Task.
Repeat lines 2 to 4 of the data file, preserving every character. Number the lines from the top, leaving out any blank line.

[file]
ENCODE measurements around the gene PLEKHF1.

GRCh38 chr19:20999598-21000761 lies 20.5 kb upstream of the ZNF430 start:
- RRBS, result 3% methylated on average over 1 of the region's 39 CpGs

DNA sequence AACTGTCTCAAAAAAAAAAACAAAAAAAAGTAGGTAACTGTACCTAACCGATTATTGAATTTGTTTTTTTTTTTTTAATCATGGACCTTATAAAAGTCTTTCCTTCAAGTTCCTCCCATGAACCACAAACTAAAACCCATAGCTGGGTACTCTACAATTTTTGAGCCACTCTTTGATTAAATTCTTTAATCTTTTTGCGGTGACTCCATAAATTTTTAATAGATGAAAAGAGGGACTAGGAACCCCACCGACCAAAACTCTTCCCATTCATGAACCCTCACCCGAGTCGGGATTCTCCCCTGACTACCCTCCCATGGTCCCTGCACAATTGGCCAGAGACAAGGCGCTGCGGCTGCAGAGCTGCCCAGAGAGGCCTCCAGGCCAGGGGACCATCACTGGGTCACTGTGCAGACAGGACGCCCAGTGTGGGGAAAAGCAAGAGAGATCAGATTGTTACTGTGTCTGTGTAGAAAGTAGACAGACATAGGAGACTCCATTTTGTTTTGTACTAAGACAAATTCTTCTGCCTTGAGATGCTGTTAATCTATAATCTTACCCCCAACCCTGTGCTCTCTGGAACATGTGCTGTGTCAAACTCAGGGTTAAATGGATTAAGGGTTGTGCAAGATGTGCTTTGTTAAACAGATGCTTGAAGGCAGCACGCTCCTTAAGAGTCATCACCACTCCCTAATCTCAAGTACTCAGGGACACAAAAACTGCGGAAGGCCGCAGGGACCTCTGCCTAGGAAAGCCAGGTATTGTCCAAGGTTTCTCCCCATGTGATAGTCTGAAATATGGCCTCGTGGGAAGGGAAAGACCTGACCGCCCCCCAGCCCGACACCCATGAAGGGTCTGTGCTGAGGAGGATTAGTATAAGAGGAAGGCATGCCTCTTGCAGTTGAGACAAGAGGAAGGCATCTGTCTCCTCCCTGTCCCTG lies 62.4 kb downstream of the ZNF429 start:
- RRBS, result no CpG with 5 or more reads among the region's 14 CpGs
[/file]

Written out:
GRCh38 chr19:20999598-21000761 lies 20.5 kb upstream of the ZNF430 start:
- RRBS, result 3% methylated on average over 1 of the region's 39 CpGs

DNA sequence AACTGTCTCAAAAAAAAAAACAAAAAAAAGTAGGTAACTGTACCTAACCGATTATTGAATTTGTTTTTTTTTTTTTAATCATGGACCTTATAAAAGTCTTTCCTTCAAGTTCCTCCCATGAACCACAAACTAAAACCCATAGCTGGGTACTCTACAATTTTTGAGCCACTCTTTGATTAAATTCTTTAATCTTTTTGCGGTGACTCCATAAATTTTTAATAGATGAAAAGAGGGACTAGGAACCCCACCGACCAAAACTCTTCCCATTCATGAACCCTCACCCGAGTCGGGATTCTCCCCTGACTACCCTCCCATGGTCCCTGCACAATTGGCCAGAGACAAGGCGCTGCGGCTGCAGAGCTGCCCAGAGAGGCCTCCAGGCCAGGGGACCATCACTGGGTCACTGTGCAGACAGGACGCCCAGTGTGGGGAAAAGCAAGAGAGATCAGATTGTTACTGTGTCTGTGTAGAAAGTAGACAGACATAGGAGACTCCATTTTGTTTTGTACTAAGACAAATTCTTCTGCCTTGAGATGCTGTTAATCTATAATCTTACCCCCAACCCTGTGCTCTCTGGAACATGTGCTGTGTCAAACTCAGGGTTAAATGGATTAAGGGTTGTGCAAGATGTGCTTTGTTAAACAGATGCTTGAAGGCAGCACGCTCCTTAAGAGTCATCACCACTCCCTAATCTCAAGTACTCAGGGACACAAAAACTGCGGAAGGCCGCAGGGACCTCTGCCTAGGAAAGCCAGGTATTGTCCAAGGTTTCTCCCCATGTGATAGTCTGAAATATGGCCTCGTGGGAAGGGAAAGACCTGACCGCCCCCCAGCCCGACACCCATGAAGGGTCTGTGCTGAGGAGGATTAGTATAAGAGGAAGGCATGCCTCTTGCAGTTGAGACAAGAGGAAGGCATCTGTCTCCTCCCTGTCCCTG lies 62.4 kb downstream of the ZNF429 start: